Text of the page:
The latest French data, covering the winter of 2021-22, were still being collated at the time of writing, but in previous editions of the scorecard, the country has languished near the bottom of the four criteria against which systems are ranked. It was in the bottom three for academic and staffing autonomy, the bottom five for financial autonomy, and the bottom third for organisational autonomy.
That uniformly low position distinguishes France from other European systems. Sweden, for instance, has moderate levels of autonomy in most areas, but is one of the freest systems when it comes to staffing. “The regulatory framework in France remains quite restrictive in all aspects,” says Pruvot. While the rules have been loosened in “some very targeted areas”, what is missing is a “coherent approach” to autonomy, with funding and skills being in particular need of reduced ministerial oversight.
Among those targeted tweaks was 2018’s announcement of a huge rise in the fee cap for international students – from about €170 (£140) a year to €2,770 at bachelor’s level and €3,770 at master’s level. However, while the fees were billed as part of an effort to increase the prestige of French institutions and double international enrolments within a decade, “it’s difficult for some of the French universities to be competitive internationally if they start charging higher fees, because what’s missing is an upstream investment in improving the international student experience,” Pruvot warns.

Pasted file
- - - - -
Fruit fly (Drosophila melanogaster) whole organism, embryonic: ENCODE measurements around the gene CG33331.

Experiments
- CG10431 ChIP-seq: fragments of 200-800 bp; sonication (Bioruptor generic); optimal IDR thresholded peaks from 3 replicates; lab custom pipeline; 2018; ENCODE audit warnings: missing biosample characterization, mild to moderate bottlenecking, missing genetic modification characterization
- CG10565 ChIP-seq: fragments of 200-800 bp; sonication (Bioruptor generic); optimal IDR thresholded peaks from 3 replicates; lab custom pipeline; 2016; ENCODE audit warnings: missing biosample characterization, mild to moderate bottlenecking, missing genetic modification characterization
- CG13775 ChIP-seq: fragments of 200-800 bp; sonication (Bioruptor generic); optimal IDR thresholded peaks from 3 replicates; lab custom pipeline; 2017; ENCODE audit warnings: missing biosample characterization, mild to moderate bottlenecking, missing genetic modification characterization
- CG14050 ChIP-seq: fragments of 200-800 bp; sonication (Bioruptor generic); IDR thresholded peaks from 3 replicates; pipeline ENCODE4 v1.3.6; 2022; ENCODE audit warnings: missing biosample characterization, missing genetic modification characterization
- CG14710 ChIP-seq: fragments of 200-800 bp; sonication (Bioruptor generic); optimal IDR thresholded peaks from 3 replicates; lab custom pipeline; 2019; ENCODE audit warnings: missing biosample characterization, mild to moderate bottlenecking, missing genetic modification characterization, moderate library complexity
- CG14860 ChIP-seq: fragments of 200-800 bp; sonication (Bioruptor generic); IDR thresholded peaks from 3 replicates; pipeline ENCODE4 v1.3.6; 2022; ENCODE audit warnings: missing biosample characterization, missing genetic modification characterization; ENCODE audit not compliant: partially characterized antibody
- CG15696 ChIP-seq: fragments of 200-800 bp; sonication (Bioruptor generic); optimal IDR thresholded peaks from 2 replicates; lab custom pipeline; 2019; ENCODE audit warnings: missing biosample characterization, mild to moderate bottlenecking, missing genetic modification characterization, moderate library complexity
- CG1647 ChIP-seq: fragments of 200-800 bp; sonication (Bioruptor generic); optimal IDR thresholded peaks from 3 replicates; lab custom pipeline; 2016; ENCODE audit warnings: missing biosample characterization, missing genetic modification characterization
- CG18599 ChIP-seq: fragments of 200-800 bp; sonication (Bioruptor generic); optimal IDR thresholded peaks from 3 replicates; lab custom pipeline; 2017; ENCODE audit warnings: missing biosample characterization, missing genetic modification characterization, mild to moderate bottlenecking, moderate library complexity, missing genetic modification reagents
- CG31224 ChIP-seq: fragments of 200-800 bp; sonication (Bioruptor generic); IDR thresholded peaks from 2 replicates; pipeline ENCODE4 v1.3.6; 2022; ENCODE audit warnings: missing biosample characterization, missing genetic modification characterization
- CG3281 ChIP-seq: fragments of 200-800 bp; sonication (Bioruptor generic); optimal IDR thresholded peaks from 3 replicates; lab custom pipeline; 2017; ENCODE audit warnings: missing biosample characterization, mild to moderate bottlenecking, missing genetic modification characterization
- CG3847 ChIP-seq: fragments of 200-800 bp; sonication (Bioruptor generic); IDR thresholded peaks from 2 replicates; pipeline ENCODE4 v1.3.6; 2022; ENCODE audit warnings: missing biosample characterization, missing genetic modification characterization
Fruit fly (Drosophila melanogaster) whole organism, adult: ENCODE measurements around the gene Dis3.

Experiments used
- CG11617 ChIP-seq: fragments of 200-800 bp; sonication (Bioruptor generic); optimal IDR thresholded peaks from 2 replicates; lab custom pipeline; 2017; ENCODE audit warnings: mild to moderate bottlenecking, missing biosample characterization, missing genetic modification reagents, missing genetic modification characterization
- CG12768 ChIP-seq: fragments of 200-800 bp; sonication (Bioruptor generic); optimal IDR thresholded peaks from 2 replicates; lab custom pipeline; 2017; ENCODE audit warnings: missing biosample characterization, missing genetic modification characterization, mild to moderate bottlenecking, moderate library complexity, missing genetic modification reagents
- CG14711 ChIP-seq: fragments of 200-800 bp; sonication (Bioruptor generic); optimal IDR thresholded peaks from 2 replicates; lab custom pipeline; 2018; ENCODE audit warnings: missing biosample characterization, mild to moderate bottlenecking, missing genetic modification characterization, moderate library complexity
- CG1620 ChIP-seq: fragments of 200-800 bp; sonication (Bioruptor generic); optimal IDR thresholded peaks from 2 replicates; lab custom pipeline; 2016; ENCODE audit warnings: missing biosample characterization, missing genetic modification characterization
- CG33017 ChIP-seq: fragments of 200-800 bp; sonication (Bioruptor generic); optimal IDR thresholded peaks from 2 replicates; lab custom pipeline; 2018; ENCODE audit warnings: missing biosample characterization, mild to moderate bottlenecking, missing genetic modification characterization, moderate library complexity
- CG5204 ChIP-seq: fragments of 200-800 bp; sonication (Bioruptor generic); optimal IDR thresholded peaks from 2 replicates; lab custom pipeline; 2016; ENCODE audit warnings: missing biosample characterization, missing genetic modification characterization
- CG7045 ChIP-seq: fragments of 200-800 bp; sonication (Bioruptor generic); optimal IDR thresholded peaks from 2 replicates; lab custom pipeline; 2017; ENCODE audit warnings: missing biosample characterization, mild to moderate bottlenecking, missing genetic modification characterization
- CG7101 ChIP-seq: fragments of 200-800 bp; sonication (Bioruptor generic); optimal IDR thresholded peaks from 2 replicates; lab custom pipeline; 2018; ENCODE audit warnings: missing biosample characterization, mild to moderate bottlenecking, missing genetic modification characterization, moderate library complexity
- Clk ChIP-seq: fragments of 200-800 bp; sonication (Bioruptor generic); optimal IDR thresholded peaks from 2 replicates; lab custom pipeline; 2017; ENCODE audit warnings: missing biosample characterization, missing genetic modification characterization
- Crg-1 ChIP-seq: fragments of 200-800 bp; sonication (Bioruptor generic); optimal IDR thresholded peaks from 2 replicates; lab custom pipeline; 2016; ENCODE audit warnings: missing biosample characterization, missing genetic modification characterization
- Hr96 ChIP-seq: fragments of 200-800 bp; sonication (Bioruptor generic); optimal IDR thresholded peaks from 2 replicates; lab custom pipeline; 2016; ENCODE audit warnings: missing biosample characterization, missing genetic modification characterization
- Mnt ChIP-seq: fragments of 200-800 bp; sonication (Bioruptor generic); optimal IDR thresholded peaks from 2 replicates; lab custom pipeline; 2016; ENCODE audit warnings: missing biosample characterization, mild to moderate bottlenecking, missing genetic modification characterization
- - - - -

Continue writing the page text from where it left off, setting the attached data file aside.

The pursuit of prestige is also at the root of a recent legal fight over the right to use the name “Université de Paris”, the historic bearer of which was broken up into multiple institutions following the 1968 protests. At the end of last year, the Council of State, France’s supreme court, ruled that the latest claimant on the name, formed by the 2019 merger of two of the splinter institutions, the universities of Paris-Descartes and Paris-Diderot, must call itself something else, following a challenge by a third splinter institution, the University of Paris-Panthéon-Assas. The Udice group of 10 major French research universities, many of which are involved in the IdEx initiative and which includes the 2019 Université de Paris, said the spat had taken France “back 15 years” and would have a “deleterious international effect on all the French actors”.
“You have this kind of millefeuille of identities and entities competing in terms of branding. It’s difficult,” says Pruvot.